3. “Fair­ness” in travel search results not a fac­tor.  In addi­tion to exclu­sion from the QPX licens­ing, com­peti­tors and oth­ers, includ­ing U.S. Sen­a­tor Herb Kohl, argued that post-merger, Google could uti­lize its dom­i­nant posi­tion in Inter­net searches to push com­peti­tors’ offer­ings down the list of search results.   Quite notably, nei­ther the Com­plaint nor the Pro­posed Final Judg­ment address these wor­ries, but …

4.  Five years of “com­pli­ance inspec­tions.” This is the main rea­son why enti­ties like Fair Search aren’t too dis­ap­pointed with the end result.  Upon writ­ten request of DOJ, Antitrust Divi­sion attor­neys can access Google records, inter­view employ­ees, and require Google to con­duct inter­nal audits.  Will Antitrust Divi­sion offi­cials uti­lize this access to learn more about Google’s busi­ness prac­tices, to lift the prover­bial veil on their search and adver­tis­ing tech­nolo­gies? That is the hope of some, includ­ing travel search com­peti­tor Kayak, one of whose exec­u­tives stated, “There’s quite a lot more to hap­pen on this.”

5. What “more” is going to hap­pen?  Could alle­ga­tions of travel search manip­u­la­tion be exam­ined under the rubric of the merger set­tle­ment con­sent decree?  Unlikely. More likely, DOJ’s inter­ven­tion into the ITA merger will whet the appetites of fed­eral antitrust reg­u­la­tors, whose job it is, after all, to reg­u­late.  Per­haps now they will take the next, much larger step into inves­ti­gat­ing whether Google uses its search and search adver­tis­ing dom­i­nance to under­mine pro-consumer com­pe­ti­tion online.  If so, we will be treated to the spec­ta­cle of bat­tling agen­cies, as some press accounts relate, with DOJ and FTC fight­ing over who will be the Big Google Overlord.

Nor­mally, I’m not a fan of reg­u­la­tion of the Inter­net, espe­cially if that reg­u­la­tion is “Net Neu­tral­ity,”  but some­thing needs to be done to ensure Google isn’t using its posi­tion as the leader in search to manip­u­late the free mar­ket for con­sumers.   For all the clam­or­ing against Microsoft for the bet­ter part of the 90s as “The Evil Empire,” I’ve long thought that Google could be a real threat when it comes to a free mar­ket on the Inter­net if it could sell the “Top Search” for a phrase or word or what­ever to the high­est bidder.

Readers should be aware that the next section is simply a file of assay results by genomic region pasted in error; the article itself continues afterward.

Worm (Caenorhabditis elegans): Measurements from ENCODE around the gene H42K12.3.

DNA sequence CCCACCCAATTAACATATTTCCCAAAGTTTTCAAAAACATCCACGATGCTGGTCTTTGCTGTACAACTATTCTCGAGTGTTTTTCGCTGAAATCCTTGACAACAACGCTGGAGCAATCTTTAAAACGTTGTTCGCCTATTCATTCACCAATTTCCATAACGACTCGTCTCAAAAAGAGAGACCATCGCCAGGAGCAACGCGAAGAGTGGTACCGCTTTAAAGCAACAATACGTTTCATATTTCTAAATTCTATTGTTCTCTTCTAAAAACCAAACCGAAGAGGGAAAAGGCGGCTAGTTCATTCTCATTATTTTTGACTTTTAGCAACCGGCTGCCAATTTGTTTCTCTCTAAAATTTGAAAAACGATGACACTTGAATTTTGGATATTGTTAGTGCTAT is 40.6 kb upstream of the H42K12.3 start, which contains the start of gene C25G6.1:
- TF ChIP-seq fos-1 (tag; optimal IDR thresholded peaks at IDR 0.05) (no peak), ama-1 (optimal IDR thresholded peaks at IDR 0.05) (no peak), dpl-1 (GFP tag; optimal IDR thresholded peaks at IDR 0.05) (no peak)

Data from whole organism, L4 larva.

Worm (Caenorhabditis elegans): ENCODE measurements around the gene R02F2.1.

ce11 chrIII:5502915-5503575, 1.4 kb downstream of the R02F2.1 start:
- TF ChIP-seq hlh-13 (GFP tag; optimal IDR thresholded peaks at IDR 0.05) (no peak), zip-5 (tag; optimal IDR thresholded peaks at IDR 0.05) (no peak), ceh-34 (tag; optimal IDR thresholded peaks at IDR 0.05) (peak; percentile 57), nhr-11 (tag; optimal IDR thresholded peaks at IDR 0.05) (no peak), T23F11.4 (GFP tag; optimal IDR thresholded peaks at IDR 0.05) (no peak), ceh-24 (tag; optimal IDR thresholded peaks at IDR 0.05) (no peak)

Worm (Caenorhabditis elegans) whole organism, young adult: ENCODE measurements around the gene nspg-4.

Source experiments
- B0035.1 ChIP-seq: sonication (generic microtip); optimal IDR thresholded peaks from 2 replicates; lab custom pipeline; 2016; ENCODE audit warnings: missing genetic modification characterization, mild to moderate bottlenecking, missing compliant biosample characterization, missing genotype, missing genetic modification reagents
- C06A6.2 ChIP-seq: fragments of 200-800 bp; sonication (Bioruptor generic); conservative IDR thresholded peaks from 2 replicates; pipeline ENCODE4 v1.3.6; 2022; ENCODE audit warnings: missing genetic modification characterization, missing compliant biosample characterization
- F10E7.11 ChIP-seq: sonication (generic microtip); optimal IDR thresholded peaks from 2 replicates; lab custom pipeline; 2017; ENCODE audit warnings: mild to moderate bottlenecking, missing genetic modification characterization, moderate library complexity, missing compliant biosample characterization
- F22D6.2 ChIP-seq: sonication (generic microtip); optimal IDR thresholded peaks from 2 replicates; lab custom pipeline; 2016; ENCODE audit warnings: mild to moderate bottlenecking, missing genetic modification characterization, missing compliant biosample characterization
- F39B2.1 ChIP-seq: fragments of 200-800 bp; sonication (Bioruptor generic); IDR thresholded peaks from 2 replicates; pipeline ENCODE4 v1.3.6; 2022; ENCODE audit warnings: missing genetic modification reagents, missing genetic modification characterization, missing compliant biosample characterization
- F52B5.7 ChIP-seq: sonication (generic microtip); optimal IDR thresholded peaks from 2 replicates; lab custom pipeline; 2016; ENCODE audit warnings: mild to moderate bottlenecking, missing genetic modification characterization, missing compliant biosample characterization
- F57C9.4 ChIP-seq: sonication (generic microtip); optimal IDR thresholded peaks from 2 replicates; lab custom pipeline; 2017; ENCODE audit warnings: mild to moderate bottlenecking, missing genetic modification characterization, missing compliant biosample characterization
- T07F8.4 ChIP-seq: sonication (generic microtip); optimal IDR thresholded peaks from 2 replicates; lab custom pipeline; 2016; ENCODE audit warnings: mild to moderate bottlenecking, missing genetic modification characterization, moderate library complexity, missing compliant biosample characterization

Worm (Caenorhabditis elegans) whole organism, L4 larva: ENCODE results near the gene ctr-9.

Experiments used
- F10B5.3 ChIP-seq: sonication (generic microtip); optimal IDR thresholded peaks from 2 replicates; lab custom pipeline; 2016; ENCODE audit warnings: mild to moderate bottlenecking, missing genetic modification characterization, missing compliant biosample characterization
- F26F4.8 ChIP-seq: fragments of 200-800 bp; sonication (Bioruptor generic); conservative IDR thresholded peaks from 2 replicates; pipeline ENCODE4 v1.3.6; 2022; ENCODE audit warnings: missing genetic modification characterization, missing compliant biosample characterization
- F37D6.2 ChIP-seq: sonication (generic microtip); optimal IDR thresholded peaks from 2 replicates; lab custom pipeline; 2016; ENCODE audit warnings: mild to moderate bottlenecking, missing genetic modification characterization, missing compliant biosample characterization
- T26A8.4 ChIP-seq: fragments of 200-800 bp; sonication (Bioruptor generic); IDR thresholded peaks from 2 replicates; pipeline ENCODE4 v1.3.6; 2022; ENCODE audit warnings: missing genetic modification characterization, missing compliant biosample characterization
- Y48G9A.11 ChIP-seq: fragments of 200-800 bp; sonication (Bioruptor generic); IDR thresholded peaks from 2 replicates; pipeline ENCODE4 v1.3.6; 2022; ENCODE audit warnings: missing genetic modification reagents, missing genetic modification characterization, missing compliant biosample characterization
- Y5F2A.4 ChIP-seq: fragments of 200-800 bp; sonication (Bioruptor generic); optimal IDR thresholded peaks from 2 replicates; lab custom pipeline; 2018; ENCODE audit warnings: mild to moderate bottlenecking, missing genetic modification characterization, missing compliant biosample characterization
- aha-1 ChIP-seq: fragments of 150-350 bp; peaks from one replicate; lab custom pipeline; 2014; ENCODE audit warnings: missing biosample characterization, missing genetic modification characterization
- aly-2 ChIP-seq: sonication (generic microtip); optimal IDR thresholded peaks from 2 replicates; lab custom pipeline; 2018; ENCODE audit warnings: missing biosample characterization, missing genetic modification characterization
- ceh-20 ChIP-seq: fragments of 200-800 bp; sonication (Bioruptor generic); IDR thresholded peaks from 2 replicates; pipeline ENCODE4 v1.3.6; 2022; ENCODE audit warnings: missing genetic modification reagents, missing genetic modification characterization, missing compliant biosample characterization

What I’ve described right there is actu­ally how Google makes most of its revenue.

(Prob­a­bly in a few years, I’ll be say­ing much the same things with the way Face­book is grow­ing and expanding…)

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& Huh?” Post">The Mandatory “Truth, Justice, & Huh?” Post

As the res­i­dent “Comic Book Geek” of the Ched­dar­sphere — a title I hon­estly quit car­ing about years ago — I guess it is my place to speak about DC Comics recent deci­sion in “Action Comics #900″ to have Super­man ‘renounce’ his Amer­i­can citizenship.

The move is made after Supes goes to Iran, par­tic­i­pates in a non­vi­o­lent protest by act­ing as a pro­tec­tive guard between stu­dents and the Iran­ian mil­i­tary which irks both the Ira­ni­ans and the Amer­i­can admin­is­tra­tion — which said or did noth­ing about the protests (That sounds famil­iar…) — who either com­plain or worry his actions are con­strued as “Offi­cial Amer­i­can Action” and the Last Son of Kryp­ton is read the riot act by the Amer­i­can President’s National Secu­rity Adviser for going there in the first place.